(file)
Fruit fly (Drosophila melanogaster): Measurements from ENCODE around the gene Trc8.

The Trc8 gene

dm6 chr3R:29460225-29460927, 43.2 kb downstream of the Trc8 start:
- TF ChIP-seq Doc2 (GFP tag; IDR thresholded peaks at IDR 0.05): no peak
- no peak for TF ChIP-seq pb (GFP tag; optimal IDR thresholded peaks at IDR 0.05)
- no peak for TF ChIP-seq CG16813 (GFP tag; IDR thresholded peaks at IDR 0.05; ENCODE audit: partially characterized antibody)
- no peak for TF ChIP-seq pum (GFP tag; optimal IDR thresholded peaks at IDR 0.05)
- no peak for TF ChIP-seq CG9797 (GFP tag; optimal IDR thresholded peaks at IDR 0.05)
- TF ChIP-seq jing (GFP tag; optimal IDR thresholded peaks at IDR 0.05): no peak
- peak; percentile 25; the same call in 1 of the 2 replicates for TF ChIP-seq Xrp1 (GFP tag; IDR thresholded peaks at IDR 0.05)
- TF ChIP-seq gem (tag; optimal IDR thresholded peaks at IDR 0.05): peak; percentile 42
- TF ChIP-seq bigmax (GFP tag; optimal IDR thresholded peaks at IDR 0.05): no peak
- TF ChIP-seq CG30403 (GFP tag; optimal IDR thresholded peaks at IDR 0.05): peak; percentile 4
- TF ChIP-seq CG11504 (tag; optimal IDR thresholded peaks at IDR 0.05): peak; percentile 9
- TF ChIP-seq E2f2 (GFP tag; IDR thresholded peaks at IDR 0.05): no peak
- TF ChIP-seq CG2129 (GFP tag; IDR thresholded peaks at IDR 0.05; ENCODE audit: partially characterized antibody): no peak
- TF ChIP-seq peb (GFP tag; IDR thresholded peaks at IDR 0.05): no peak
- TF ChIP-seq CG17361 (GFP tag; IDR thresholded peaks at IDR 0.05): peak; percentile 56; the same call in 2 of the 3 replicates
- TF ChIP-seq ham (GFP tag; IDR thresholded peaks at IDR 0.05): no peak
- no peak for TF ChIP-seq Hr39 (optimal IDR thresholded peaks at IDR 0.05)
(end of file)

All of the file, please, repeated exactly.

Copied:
Fruit fly (Drosophila melanogaster): Measurements from ENCODE around the gene Trc8.

The Trc8 gene

dm6 chr3R:29460225-29460927, 43.2 kb downstream of the Trc8 start:
- TF ChIP-seq Doc2 (GFP tag; IDR thresholded peaks at IDR 0.05): no peak
- no peak for TF ChIP-seq pb (GFP tag; optimal IDR thresholded peaks at IDR 0.05)
- no peak for TF ChIP-seq CG16813 (GFP tag; IDR thresholded peaks at IDR 0.05; ENCODE audit: partially characterized antibody)
- no peak for TF ChIP-seq pum (GFP tag; optimal IDR thresholded peaks at IDR 0.05)
- no peak for TF ChIP-seq CG9797 (GFP tag; optimal IDR thresholded peaks at IDR 0.05)
- TF ChIP-seq jing (GFP tag; optimal IDR thresholded peaks at IDR 0.05): no peak
- peak; percentile 25; the same call in 1 of the 2 replicates for TF ChIP-seq Xrp1 (GFP tag; IDR thresholded peaks at IDR 0.05)
- TF ChIP-seq gem (tag; optimal IDR thresholded peaks at IDR 0.05): peak; percentile 42
- TF ChIP-seq bigmax (GFP tag; optimal IDR thresholded peaks at IDR 0.05): no peak
- TF ChIP-seq CG30403 (GFP tag; optimal IDR thresholded peaks at IDR 0.05): peak; percentile 4
- TF ChIP-seq CG11504 (tag; optimal IDR thresholded peaks at IDR 0.05): peak; percentile 9
- TF ChIP-seq E2f2 (GFP tag; IDR thresholded peaks at IDR 0.05): no peak
- TF ChIP-seq CG2129 (GFP tag; IDR thresholded peaks at IDR 0.05; ENCODE audit: partially characterized antibody): no peak
- TF ChIP-seq peb (GFP tag; IDR thresholded peaks at IDR 0.05): no peak
- TF ChIP-seq CG17361 (GFP tag; IDR thresholded peaks at IDR 0.05): peak; percentile 56; the same call in 2 of the 3 replicates
- TF ChIP-seq ham (GFP tag; IDR thresholded peaks at IDR 0.05): no peak
- no peak for TF ChIP-seq Hr39 (optimal IDR thresholded peaks at IDR 0.05)